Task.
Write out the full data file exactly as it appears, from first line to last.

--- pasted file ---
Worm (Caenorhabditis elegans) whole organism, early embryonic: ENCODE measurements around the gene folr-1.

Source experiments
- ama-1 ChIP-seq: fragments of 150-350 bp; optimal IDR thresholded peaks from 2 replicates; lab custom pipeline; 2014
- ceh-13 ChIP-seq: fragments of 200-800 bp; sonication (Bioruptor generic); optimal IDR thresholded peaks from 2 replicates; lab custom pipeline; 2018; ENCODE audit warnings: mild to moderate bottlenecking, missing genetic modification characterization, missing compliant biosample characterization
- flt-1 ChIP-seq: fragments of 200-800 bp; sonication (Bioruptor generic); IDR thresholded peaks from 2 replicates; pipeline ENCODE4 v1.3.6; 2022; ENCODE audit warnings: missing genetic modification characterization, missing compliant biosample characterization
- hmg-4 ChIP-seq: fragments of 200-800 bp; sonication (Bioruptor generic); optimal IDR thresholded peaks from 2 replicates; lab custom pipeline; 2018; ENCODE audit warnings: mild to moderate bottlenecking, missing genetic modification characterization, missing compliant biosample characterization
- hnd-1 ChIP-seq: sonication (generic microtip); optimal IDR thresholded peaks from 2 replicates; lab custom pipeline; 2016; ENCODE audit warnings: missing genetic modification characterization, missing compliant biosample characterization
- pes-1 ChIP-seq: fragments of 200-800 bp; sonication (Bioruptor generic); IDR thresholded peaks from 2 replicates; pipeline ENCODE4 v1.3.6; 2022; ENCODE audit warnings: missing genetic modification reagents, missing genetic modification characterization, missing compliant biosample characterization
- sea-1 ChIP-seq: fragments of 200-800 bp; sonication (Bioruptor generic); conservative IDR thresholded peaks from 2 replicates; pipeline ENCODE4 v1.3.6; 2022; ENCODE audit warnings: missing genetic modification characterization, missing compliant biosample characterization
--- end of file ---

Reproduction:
Worm (Caenorhabditis elegans) whole organism, early embryonic: ENCODE measurements around the gene folr-1.

Source experiments
- ama-1 ChIP-seq: fragments of 150-350 bp; optimal IDR thresholded peaks from 2 replicates; lab custom pipeline; 2014
- ceh-13 ChIP-seq: fragments of 200-800 bp; sonication (Bioruptor generic); optimal IDR thresholded peaks from 2 replicates; lab custom pipeline; 2018; ENCODE audit warnings: mild to moderate bottlenecking, missing genetic modification characterization, missing compliant biosample characterization
- flt-1 ChIP-seq: fragments of 200-800 bp; sonication (Bioruptor generic); IDR thresholded peaks from 2 replicates; pipeline ENCODE4 v1.3.6; 2022; ENCODE audit warnings: missing genetic modification characterization, missing compliant biosample characterization
- hmg-4 ChIP-seq: fragments of 200-800 bp; sonication (Bioruptor generic); optimal IDR thresholded peaks from 2 replicates; lab custom pipeline; 2018; ENCODE audit warnings: mild to moderate bottlenecking, missing genetic modification characterization, missing compliant biosample characterization
- hnd-1 ChIP-seq: sonication (generic microtip); optimal IDR thresholded peaks from 2 replicates; lab custom pipeline; 2016; ENCODE audit warnings: missing genetic modification characterization, missing compliant biosample characterization
- pes-1 ChIP-seq: fragments of 200-800 bp; sonication (Bioruptor generic); IDR thresholded peaks from 2 replicates; pipeline ENCODE4 v1.3.6; 2022; ENCODE audit warnings: missing genetic modification reagents, missing genetic modification characterization, missing compliant biosample characterization
- sea-1 ChIP-seq: fragments of 200-800 bp; sonication (Bioruptor generic); conservative IDR thresholded peaks from 2 replicates; pipeline ENCODE4 v1.3.6; 2022; ENCODE audit warnings: missing genetic modification characterization, missing compliant biosample characterization